Friday, September 5, 2008

Quiet

In my house, fewer things strike terror deeper into my heart than peace and quiet. This will only sound strange to those of you who haven't raised small children before. With the twins just a few short months away from their second birthday, peace and quiet are the harbingers of doom and destruction around here. The warning signs are entirely too subtle. I've heard that just before you die of hypothermia, your body becomes warm and comfortable, no longer cold at all, and that this false sense of well being is actually the final warning sign that your life is about to be snuffed out. That's what peace and quiet is like for me.

I've learned this fact the hard way, as I have learned nearly everything in my life, through bitter and chilling experience. Months ago, the wife went off to the grocery store and left her overworked and tired husband in charge of the twin tornadoes. I was all too happy to oblige, as she was due some "me time", although, I soon found myself dozing on the couch amidst all the noise and squalor of wild animal rogue children as only fathers can do. I have no idea how long it took for the deafening silence to jar me from my from my unconsciousness, but my spider senses were tingling as I cautiously arose to check on the children. Hmm, not in their bedroom, not in the kitchen. "Jack? Ella?". Not in the playroom, not in the laundry room. A quick glance at the newly installed cat door to the garage. Nah, couldn't be. "Jack?Ella?". The quiet was taunting me now. Let's see, not in the spare bedroom, not in the bathroom, and our bedroom door is shut. Don't panic. Remain calm. Retrace your steps. Not in their bedroom, bathroom, playroom, spare bedroom, kitchen, nor in the laundry room, and our bedroom door is shut. A long gaze at the cat door and a pit of despair in my stomach. Could they have possibly...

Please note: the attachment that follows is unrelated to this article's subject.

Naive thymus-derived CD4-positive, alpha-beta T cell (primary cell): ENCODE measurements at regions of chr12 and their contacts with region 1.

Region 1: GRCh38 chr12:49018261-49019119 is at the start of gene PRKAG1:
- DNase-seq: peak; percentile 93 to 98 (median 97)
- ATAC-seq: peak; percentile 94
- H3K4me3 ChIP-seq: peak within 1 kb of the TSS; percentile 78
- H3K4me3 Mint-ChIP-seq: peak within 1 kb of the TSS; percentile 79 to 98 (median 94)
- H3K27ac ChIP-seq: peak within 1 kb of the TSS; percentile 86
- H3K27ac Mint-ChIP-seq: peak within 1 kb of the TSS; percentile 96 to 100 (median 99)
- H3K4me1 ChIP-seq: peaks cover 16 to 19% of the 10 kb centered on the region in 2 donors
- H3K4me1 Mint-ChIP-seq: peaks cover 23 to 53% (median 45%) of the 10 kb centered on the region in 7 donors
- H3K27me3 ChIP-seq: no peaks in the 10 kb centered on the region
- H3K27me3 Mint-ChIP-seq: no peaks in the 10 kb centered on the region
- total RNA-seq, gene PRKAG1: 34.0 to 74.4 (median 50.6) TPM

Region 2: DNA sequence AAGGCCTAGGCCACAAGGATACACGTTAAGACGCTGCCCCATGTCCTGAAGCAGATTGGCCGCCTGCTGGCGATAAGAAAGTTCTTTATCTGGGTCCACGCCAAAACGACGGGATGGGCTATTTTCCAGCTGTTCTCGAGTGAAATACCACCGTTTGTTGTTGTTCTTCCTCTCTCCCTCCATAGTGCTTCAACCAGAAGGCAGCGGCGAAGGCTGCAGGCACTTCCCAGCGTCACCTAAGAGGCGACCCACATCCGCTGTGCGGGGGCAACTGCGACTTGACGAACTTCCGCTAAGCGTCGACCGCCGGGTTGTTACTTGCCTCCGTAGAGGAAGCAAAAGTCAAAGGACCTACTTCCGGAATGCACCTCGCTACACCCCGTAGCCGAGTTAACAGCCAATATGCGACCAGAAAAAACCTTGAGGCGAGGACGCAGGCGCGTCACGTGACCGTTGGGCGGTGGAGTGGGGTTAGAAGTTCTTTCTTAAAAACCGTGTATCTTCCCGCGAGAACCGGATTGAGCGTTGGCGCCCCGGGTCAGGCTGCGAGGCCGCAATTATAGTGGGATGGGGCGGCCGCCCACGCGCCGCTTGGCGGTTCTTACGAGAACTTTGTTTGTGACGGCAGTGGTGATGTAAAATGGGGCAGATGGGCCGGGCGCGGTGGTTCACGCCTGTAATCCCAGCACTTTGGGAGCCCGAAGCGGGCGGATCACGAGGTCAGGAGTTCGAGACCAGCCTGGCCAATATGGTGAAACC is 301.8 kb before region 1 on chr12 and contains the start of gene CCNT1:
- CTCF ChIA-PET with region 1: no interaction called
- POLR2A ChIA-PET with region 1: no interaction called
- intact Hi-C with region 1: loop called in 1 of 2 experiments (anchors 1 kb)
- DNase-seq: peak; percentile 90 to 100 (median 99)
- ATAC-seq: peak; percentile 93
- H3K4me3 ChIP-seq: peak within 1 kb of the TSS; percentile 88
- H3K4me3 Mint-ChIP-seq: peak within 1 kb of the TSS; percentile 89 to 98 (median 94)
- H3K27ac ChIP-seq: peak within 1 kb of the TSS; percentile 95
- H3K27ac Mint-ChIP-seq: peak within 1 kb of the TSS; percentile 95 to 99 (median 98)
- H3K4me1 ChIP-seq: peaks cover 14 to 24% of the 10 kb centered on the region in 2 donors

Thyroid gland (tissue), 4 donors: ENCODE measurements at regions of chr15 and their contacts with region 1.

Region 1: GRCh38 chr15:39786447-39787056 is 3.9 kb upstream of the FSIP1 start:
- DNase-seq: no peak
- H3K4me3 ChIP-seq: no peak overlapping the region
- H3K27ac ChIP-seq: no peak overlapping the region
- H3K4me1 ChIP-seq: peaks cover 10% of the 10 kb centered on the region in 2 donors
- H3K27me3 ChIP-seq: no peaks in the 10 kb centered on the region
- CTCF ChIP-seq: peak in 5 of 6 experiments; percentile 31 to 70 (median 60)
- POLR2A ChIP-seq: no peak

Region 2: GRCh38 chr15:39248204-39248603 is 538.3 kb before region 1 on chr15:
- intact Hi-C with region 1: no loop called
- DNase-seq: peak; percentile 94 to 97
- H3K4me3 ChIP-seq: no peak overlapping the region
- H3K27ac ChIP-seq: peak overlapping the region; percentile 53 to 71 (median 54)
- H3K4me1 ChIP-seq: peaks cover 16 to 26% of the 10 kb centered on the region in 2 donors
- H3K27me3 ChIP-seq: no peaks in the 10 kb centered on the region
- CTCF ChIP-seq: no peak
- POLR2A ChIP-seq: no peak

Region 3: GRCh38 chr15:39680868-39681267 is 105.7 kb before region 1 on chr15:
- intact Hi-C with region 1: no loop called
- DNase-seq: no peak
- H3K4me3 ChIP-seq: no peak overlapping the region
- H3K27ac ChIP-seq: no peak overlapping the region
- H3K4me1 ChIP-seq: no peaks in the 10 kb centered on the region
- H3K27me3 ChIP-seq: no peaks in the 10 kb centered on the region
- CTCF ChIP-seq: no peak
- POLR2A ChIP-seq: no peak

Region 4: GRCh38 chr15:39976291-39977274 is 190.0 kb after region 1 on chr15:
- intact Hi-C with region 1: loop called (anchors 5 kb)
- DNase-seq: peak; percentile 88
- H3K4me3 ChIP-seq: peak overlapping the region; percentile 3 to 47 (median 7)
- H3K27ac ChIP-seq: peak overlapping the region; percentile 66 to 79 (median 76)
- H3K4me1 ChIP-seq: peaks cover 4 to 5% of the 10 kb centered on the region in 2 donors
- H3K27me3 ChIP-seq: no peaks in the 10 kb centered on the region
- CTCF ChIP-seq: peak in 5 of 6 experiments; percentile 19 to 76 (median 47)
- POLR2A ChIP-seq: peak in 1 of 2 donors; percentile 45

Out into the garage I go, the overhead door is wide open, and panic sets in. Up to the street, looking right, looking left. Don't call their names out loud or the neighbors will think you're an unfit Dad. This is crazy! There's no way they're out here! Or is there? Back inside. "Jack! Ella!". A crescendo of silence. Then a moment of clarity. Our bedroom. Have they learned to open and shut doors? My heart starts to beat again as the door slowly opens, and, lo and behold, there they are, quiet as can be, stuffing every lost crayon, loose screw, lone sock, and other miscellaneous debris into the VCR side of our DVD/VCR combo. My relief is only overshadowed by my mental exhaustion and the comforting thought that my wife will never know about this incident if I don't tell her myself. Which, of course, I did.

I have to tell you that from that moment on, I have never had illusions that my stay-at-home wife has it easy. In so many ways, her job is much harder than mine, and she never gets a day off. All she gets is a little help around the house every now and then from yours truly, and the occasional stolen moment alone at the grocery store, which from this point forward will be clouded with doubt as to the safety of her children in the hands of their narcoleptic father.

2 comments:

jomo12282 said...

you have learned well young Skywalker...love, The Wife

heather said...

hilarious Blaine!! you are a genius...look out Tucker Maxx. Just as funny, and you arent gonna burn in hell.